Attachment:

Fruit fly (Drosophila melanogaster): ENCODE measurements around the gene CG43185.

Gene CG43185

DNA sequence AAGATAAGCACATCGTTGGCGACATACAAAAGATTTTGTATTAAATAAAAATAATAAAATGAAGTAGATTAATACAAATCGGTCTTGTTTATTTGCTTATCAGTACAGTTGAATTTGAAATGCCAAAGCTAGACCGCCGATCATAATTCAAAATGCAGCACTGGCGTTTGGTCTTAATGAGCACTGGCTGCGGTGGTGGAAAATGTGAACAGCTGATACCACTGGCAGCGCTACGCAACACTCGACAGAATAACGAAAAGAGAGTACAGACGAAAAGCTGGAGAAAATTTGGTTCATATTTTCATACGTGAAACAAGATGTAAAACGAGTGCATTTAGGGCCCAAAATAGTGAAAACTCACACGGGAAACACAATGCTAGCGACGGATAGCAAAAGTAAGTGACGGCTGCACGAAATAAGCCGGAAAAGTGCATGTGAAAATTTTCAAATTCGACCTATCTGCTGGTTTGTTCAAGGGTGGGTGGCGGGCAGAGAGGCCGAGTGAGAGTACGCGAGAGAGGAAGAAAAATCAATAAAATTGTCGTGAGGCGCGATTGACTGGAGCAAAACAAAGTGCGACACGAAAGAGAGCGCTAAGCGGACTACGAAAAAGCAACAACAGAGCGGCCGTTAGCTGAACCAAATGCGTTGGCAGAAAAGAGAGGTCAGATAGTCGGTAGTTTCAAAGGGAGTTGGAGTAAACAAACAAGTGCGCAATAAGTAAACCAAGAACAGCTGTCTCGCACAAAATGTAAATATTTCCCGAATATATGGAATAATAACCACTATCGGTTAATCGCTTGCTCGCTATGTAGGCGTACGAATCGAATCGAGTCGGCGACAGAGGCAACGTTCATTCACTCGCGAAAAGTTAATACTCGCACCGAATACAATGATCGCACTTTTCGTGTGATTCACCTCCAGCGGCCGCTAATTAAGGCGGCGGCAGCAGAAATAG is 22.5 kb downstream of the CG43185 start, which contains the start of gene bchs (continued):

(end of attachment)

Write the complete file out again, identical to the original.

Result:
Fruit fly (Drosophila melanogaster): ENCODE measurements around the gene CG43185.

Gene CG43185

DNA sequence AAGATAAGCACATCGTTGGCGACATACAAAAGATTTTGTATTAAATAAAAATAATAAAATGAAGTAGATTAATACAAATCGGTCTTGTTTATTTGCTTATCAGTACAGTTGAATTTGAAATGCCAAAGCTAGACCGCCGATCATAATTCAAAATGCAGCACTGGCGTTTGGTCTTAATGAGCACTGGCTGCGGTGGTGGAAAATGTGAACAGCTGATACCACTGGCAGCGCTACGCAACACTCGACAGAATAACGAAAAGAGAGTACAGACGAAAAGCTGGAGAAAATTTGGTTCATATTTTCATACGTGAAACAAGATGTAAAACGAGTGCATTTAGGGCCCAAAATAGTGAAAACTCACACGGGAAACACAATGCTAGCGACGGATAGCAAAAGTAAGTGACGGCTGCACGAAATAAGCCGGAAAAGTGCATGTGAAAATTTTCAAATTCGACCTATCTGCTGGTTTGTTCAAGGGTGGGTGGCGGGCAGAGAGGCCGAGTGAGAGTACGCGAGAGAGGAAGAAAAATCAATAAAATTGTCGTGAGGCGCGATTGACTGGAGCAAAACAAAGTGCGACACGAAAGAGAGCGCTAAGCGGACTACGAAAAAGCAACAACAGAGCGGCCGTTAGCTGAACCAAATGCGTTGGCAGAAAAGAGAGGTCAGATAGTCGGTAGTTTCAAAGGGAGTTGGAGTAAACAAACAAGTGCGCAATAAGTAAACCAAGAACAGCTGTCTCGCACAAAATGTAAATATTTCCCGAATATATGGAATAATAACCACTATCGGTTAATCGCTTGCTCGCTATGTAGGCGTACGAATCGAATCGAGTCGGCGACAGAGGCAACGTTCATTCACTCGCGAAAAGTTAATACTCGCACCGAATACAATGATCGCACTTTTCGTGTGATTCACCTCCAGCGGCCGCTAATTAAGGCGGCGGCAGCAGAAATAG is 22.5 kb downstream of the CG43185 start, which contains the start of gene bchs (continued):